In his post-fight article, Lotierzo made note of these factors while rejecting the notion that Mayweather carried McGregor. In the early rounds, said Lotierzo, Mayweather was troubled by McGregor’s size and physicality and his awkwardness – “unorthodox slaps and quick flurries” – and this caused Floyd “to step back and fight a little more judiciously.”

This opinion isn’t shared by Hall of Fame boxing broadcaster Jim Lampley. Two months after the fight, Lampley was cornered in a parking garage by a roving reporter for the gossip site TMZ. In the video that ensued, which drew a lot of hits, Lampley said that it was obvious to him that Mayweather tanked the first three rounds. “It was all a set-up,” he said.

Let’s ask Floyd to weigh-in. In a post-fight interview, Floyd said, “He’s a lot better than I thought he was. He used different angles…He was a tough competitor…I chose a hell of a dance partner to dance with. Conor McGregor, you are a great champion.” But then, in a video posted on fighthype.com on Dec. 4 of last year, Mayweather changed his tune. “You know I carried McGregor,” he said. “I made it look good for y’all.”

So who’s telling the truth, Mayweather or Mayweather? (We’re reminded of the famous line that Bob Arum uttered in an informal bull session with a small group of reporters in 1981 — “Yesterday I was lying; today I’m telling the truth” – an utterance that for some is the perfect catchphrase for the Machiavellian world of professional boxing.)

I was at the fight, free from the noise of the TV commentators who were duty-bound to pump up McGregor to assure the folks watching on pay-per-view ($99.95 for high definition and $89.95 for the regular transmission) that they hadn’t been suckered into buying a lemon. But I wasn’t seated where my view of the action was as good as those watching at home. I have read where McGregor nailed Mayweather with a harsh uppercut in the opening round. Somehow I missed it. However, while I wasn’t able to give the “carrying hypothesis” a good eye test, I will always believe that there was a gentleman’s agreement in place that Mayweather wouldn’t embarrass McGregor and that this was the primary factor that determined the flow of the early rounds.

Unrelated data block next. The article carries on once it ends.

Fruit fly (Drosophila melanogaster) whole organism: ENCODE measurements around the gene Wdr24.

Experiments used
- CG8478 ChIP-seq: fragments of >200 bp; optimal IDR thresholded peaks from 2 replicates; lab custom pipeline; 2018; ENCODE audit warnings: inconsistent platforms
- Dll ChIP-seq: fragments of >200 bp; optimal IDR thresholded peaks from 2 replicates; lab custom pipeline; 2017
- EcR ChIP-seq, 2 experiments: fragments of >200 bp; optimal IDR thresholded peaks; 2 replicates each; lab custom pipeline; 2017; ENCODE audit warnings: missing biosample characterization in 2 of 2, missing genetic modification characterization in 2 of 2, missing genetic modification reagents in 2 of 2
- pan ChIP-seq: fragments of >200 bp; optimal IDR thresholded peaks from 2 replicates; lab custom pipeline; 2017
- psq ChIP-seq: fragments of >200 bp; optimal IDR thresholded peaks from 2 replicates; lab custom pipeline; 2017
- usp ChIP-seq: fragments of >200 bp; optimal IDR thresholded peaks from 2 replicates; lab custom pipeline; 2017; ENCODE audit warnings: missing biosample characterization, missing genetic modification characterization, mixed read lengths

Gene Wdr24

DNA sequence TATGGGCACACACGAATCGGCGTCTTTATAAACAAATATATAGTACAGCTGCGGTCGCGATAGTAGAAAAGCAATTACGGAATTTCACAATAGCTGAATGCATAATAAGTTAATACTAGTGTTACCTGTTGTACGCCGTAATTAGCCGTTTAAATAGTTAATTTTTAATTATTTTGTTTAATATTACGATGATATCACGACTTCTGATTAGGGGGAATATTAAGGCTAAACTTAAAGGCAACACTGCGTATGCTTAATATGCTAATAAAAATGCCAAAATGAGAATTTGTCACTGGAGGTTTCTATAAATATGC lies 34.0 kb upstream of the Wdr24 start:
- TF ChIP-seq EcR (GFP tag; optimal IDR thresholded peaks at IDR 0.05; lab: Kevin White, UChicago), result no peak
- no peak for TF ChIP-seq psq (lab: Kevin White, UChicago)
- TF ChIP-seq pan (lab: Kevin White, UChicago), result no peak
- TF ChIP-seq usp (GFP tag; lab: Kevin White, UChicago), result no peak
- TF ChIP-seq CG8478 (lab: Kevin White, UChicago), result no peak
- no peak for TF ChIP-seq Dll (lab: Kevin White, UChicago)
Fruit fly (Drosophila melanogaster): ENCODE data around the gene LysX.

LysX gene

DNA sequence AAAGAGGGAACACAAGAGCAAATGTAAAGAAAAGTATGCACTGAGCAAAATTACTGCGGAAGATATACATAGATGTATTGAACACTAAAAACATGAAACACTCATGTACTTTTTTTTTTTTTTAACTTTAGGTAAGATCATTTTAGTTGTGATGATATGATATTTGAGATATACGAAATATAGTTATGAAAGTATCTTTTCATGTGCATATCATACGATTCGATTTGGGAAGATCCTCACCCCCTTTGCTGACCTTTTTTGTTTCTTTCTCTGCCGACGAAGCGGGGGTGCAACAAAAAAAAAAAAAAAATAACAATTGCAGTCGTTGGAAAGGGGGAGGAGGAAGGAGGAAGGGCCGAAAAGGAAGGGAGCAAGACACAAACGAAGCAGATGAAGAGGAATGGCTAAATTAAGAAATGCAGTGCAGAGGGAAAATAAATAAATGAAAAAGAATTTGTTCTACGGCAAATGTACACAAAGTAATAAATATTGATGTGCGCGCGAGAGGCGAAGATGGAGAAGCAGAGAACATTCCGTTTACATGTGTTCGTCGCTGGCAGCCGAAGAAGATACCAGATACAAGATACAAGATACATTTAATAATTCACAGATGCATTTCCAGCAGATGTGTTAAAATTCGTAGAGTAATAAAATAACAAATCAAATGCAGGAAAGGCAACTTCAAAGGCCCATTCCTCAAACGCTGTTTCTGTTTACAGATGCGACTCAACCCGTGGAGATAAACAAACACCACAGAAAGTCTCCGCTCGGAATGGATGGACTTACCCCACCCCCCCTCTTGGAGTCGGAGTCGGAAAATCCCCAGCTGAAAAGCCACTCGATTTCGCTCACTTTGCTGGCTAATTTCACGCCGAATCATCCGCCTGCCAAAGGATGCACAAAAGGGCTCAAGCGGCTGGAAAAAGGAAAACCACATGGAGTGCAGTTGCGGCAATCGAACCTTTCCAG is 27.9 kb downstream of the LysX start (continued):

I say this for two reasons. At a pre-fight media confab at the Mayweather Gym, Floyd was asked if he would carry McGregor if he figured out early on that the Irishman wasn’t in his league. Mayweather artfully dodged the question and the confab was terminated before I had the chance to re-introduce it. And then there was the way that the two embraced when the fight was finished. It struck me that there was something fishy about it.

Yes, we knew that the fight would end in a display of good sportsmanship. We knew that all the acrimony that poured forth on the four-city promotional tour was just posturing. But as the two embraced like long lost friends, one discerned in McGregor’s body language elements of relief and jubilation. It was as if we were watching two guys who went halfsies on the Pick Six at Santa Anita with a big carryover pool and just realized that they held the only winning ticket.